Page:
If there is a chance to knock the ‘other guy’, even if it upsets political progress, most politicians will choose knocking over progress. I do think that many politicians and parties put ‘winning’ the next election (self interest) higher than doing right for the people (which is part of the appeal of Adams’ self-professed ‘one-term’ candidacy). This dynamic aggravates the ability for leaders to embrace failure since it will so readily be used as a weapon against them.
Bret L. Simmons underscored Seth’s and Scott’s point about dearth of leadership humility last week. That’s what’ missing from the Leadership rostrum on far too many Congressional and Corporate committee rooms.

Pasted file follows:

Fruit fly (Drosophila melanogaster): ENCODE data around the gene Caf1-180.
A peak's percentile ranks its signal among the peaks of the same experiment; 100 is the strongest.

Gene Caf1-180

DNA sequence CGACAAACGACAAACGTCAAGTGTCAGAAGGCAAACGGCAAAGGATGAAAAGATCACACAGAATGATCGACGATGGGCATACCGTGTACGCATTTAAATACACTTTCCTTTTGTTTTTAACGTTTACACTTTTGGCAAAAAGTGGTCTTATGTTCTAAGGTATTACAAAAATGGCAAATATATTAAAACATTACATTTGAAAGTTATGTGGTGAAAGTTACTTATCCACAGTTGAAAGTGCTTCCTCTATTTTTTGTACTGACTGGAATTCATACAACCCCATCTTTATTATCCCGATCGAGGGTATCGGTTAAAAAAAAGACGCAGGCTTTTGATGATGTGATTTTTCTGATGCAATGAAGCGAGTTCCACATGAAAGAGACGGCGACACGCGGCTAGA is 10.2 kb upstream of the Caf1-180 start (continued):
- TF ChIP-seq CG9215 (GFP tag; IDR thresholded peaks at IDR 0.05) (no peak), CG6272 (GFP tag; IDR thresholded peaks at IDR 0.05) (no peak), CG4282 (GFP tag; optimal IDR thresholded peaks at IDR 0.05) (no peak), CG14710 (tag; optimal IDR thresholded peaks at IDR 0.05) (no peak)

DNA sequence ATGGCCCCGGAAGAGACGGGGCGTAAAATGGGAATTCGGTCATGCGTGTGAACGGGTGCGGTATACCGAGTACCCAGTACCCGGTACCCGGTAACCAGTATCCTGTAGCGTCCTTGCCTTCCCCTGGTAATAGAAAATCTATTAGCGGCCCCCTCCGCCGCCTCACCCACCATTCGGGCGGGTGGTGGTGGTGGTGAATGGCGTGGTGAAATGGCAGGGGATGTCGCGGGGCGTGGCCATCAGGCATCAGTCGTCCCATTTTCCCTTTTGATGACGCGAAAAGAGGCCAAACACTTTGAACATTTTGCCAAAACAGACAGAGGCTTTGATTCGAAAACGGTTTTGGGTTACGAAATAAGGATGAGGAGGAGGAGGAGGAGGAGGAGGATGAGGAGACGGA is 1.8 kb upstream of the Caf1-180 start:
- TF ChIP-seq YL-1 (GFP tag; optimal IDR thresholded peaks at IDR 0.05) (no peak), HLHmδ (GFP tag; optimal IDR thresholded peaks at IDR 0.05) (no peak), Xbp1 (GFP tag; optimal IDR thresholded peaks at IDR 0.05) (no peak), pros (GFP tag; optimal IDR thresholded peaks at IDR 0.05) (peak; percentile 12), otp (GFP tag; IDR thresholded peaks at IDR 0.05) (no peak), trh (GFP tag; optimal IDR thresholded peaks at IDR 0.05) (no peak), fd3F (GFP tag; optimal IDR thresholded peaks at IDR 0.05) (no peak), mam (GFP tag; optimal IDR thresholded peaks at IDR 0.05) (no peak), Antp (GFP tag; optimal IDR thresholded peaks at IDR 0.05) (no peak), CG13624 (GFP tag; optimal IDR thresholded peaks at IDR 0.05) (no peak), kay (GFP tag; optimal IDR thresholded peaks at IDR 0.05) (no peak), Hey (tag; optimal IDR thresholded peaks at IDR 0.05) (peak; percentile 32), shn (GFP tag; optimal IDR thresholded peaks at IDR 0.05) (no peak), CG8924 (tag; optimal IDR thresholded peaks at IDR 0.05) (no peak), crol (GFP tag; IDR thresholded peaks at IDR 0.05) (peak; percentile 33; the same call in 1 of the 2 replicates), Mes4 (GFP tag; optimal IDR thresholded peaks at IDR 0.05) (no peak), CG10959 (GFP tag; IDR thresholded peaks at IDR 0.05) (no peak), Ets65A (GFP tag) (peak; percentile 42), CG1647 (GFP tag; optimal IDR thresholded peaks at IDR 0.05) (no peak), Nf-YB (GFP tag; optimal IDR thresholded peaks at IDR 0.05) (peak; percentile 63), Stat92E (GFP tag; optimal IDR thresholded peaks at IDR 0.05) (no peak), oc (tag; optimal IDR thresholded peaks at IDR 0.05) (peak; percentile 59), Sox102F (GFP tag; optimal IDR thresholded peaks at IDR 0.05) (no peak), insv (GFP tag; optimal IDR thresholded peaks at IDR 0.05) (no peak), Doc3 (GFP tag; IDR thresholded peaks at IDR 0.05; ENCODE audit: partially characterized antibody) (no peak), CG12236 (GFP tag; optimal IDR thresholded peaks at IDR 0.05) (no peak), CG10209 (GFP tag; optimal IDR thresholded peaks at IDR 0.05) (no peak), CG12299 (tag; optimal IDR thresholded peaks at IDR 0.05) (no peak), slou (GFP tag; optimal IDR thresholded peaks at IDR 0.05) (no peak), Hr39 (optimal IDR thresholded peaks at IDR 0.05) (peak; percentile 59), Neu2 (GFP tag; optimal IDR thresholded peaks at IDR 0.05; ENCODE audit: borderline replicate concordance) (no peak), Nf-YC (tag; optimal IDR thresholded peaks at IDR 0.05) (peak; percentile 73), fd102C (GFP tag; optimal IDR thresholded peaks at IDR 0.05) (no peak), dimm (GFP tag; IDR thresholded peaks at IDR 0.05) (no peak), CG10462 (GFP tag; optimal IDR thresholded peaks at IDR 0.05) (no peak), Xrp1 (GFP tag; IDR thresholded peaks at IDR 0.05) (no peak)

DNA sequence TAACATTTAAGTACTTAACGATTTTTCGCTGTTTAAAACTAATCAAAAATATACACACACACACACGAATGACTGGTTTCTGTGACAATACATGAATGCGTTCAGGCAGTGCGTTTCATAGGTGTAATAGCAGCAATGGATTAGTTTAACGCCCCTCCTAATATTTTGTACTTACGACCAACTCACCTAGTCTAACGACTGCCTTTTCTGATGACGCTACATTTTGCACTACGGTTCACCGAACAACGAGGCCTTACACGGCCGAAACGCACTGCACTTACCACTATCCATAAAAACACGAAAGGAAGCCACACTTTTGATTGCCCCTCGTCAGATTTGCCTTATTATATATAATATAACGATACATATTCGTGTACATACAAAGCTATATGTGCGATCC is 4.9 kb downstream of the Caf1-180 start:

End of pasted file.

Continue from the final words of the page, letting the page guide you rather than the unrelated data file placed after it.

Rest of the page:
The ‘Smartest Guy in the Room’ approach has now been pretty much debunked by the real and severe havoc the approach has had in contrast to the brittle and contrived advantages it promised. Bret highlights this critical attribute in a recent post ‘Leaders are Master Learners’…
- “Our attitudes as leaders should be ‘these employees of mine are way smarter than me. I am a student of the potential of their behavior, and I could spend a lifetime learning how to better partner with them to create an organization where we, our customers, and our community can all thrive. I am humbled by the challenge of what our interdependence can achieve.’
Only when one embraces the notion that they fail to have all the answers, can one be open to learning. And of course, embracing failure is one of the greatest teachers.